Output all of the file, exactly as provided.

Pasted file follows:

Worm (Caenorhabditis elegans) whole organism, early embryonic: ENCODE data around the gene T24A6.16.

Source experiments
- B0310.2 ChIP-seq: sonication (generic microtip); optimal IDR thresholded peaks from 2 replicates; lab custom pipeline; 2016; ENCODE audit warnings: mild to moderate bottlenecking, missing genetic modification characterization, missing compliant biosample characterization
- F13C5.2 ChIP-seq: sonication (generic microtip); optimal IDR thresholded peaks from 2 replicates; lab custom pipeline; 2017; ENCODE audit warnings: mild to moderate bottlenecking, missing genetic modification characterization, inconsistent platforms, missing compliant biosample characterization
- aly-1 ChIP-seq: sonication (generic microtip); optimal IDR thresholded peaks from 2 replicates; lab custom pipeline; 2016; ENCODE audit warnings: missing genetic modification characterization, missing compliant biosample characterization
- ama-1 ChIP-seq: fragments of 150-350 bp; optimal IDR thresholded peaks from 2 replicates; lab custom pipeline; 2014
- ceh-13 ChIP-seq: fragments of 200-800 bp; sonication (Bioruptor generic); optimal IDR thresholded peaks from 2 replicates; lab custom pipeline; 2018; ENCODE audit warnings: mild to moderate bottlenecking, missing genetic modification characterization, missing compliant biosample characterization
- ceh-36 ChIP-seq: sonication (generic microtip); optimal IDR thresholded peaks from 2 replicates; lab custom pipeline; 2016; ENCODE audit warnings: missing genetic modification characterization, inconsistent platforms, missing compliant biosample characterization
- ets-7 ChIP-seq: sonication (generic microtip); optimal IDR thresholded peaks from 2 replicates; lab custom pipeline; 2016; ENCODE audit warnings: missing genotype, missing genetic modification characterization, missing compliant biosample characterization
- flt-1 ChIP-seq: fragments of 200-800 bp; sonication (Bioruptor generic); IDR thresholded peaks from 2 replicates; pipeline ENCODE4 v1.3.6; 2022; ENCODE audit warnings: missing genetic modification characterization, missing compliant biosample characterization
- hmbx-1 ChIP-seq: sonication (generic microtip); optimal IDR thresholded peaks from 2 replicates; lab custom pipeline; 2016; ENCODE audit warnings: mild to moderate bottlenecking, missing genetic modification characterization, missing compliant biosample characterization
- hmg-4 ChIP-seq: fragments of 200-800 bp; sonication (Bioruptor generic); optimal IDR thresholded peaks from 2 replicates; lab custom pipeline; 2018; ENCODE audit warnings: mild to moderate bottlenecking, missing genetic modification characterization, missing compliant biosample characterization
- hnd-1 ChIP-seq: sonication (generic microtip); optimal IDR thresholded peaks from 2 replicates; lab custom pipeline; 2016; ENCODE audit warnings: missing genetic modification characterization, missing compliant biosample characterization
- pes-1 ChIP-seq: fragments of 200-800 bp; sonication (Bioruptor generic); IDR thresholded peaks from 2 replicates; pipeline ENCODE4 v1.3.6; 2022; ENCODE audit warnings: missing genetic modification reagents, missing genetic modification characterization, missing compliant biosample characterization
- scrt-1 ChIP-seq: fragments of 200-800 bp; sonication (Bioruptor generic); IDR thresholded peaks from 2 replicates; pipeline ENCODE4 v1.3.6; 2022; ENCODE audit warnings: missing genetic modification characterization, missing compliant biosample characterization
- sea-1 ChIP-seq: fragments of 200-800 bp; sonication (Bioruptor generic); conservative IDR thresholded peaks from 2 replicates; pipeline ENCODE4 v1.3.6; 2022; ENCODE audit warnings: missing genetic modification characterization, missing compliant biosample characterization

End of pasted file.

Worm (Caenorhabditis elegans) whole organism, early embryonic: ENCODE data around the gene T24A6.16.

Source experiments
- B0310.2 ChIP-seq: sonication (generic microtip); optimal IDR thresholded peaks from 2 replicates; lab custom pipeline; 2016; ENCODE audit warnings: mild to moderate bottlenecking, missing genetic modification characterization, missing compliant biosample characterization
- F13C5.2 ChIP-seq: sonication (generic microtip); optimal IDR thresholded peaks from 2 replicates; lab custom pipeline; 2017; ENCODE audit warnings: mild to moderate bottlenecking, missing genetic modification characterization, inconsistent platforms, missing compliant biosample characterization
- aly-1 ChIP-seq: sonication (generic microtip); optimal IDR thresholded peaks from 2 replicates; lab custom pipeline; 2016; ENCODE audit warnings: missing genetic modification characterization, missing compliant biosample characterization
- ama-1 ChIP-seq: fragments of 150-350 bp; optimal IDR thresholded peaks from 2 replicates; lab custom pipeline; 2014
- ceh-13 ChIP-seq: fragments of 200-800 bp; sonication (Bioruptor generic); optimal IDR thresholded peaks from 2 replicates; lab custom pipeline; 2018; ENCODE audit warnings: mild to moderate bottlenecking, missing genetic modification characterization, missing compliant biosample characterization
- ceh-36 ChIP-seq: sonication (generic microtip); optimal IDR thresholded peaks from 2 replicates; lab custom pipeline; 2016; ENCODE audit warnings: missing genetic modification characterization, inconsistent platforms, missing compliant biosample characterization
- ets-7 ChIP-seq: sonication (generic microtip); optimal IDR thresholded peaks from 2 replicates; lab custom pipeline; 2016; ENCODE audit warnings: missing genotype, missing genetic modification characterization, missing compliant biosample characterization
- flt-1 ChIP-seq: fragments of 200-800 bp; sonication (Bioruptor generic); IDR thresholded peaks from 2 replicates; pipeline ENCODE4 v1.3.6; 2022; ENCODE audit warnings: missing genetic modification characterization, missing compliant biosample characterization
- hmbx-1 ChIP-seq: sonication (generic microtip); optimal IDR thresholded peaks from 2 replicates; lab custom pipeline; 2016; ENCODE audit warnings: mild to moderate bottlenecking, missing genetic modification characterization, missing compliant biosample characterization
- hmg-4 ChIP-seq: fragments of 200-800 bp; sonication (Bioruptor generic); optimal IDR thresholded peaks from 2 replicates; lab custom pipeline; 2018; ENCODE audit warnings: mild to moderate bottlenecking, missing genetic modification characterization, missing compliant biosample characterization
- hnd-1 ChIP-seq: sonication (generic microtip); optimal IDR thresholded peaks from 2 replicates; lab custom pipeline; 2016; ENCODE audit warnings: missing genetic modification characterization, missing compliant biosample characterization
- pes-1 ChIP-seq: fragments of 200-800 bp; sonication (Bioruptor generic); IDR thresholded peaks from 2 replicates; pipeline ENCODE4 v1.3.6; 2022; ENCODE audit warnings: missing genetic modification reagents, missing genetic modification characterization, missing compliant biosample characterization
- scrt-1 ChIP-seq: fragments of 200-800 bp; sonication (Bioruptor generic); IDR thresholded peaks from 2 replicates; pipeline ENCODE4 v1.3.6; 2022; ENCODE audit warnings: missing genetic modification characterization, missing compliant biosample characterization
- sea-1 ChIP-seq: fragments of 200-800 bp; sonication (Bioruptor generic); conservative IDR thresholded peaks from 2 replicates; pipeline ENCODE4 v1.3.6; 2022; ENCODE audit warnings: missing genetic modification characterization, missing compliant biosample characterization